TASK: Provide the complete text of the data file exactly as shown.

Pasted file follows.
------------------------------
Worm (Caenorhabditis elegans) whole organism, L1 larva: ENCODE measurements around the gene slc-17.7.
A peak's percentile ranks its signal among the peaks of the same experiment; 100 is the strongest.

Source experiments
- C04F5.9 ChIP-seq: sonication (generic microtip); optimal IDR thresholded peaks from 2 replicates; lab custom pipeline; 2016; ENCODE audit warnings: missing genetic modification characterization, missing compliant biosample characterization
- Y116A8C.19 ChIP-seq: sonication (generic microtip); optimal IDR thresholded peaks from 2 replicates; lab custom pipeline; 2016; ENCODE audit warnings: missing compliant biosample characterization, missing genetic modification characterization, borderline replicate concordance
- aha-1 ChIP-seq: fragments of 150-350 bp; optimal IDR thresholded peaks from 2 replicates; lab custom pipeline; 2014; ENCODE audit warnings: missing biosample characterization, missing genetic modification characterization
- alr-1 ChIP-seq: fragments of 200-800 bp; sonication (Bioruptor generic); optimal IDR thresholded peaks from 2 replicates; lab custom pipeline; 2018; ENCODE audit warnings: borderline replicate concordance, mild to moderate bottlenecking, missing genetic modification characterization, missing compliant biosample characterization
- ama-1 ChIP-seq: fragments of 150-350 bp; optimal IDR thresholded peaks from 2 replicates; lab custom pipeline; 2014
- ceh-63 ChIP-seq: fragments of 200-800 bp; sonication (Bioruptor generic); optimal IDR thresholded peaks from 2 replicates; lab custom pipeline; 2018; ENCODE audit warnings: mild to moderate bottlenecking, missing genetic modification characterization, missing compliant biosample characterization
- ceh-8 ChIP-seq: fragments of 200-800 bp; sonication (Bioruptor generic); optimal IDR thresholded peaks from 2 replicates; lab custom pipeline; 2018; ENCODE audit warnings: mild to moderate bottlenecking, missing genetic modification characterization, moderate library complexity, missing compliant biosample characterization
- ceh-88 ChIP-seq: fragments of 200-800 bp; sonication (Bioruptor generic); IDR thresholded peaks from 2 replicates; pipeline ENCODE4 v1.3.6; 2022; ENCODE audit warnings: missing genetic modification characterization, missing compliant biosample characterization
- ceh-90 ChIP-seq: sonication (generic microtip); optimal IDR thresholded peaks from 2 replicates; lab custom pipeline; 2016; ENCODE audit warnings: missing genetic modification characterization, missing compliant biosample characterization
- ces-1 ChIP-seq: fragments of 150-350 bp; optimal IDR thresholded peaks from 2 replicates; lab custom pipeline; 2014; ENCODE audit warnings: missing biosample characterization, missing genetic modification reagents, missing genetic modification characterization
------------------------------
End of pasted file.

Worm (Caenorhabditis elegans) whole organism, L1 larva: ENCODE measurements around the gene slc-17.7.
A peak's percentile ranks its signal among the peaks of the same experiment; 100 is the strongest.

Source experiments
- C04F5.9 ChIP-seq: sonication (generic microtip); optimal IDR thresholded peaks from 2 replicates; lab custom pipeline; 2016; ENCODE audit warnings: missing genetic modification characterization, missing compliant biosample characterization
- Y116A8C.19 ChIP-seq: sonication (generic microtip); optimal IDR thresholded peaks from 2 replicates; lab custom pipeline; 2016; ENCODE audit warnings: missing compliant biosample characterization, missing genetic modification characterization, borderline replicate concordance
- aha-1 ChIP-seq: fragments of 150-350 bp; optimal IDR thresholded peaks from 2 replicates; lab custom pipeline; 2014; ENCODE audit warnings: missing biosample characterization, missing genetic modification characterization
- alr-1 ChIP-seq: fragments of 200-800 bp; sonication (Bioruptor generic); optimal IDR thresholded peaks from 2 replicates; lab custom pipeline; 2018; ENCODE audit warnings: borderline replicate concordance, mild to moderate bottlenecking, missing genetic modification characterization, missing compliant biosample characterization
- ama-1 ChIP-seq: fragments of 150-350 bp; optimal IDR thresholded peaks from 2 replicates; lab custom pipeline; 2014
- ceh-63 ChIP-seq: fragments of 200-800 bp; sonication (Bioruptor generic); optimal IDR thresholded peaks from 2 replicates; lab custom pipeline; 2018; ENCODE audit warnings: mild to moderate bottlenecking, missing genetic modification characterization, missing compliant biosample characterization
- ceh-8 ChIP-seq: fragments of 200-800 bp; sonication (Bioruptor generic); optimal IDR thresholded peaks from 2 replicates; lab custom pipeline; 2018; ENCODE audit warnings: mild to moderate bottlenecking, missing genetic modification characterization, moderate library complexity, missing compliant biosample characterization
- ceh-88 ChIP-seq: fragments of 200-800 bp; sonication (Bioruptor generic); IDR thresholded peaks from 2 replicates; pipeline ENCODE4 v1.3.6; 2022; ENCODE audit warnings: missing genetic modification characterization, missing compliant biosample characterization
- ceh-90 ChIP-seq: sonication (generic microtip); optimal IDR thresholded peaks from 2 replicates; lab custom pipeline; 2016; ENCODE audit warnings: missing genetic modification characterization, missing compliant biosample characterization
- ces-1 ChIP-seq: fragments of 150-350 bp; optimal IDR thresholded peaks from 2 replicates; lab custom pipeline; 2014; ENCODE audit warnings: missing biosample characterization, missing genetic modification reagents, missing genetic modification characterization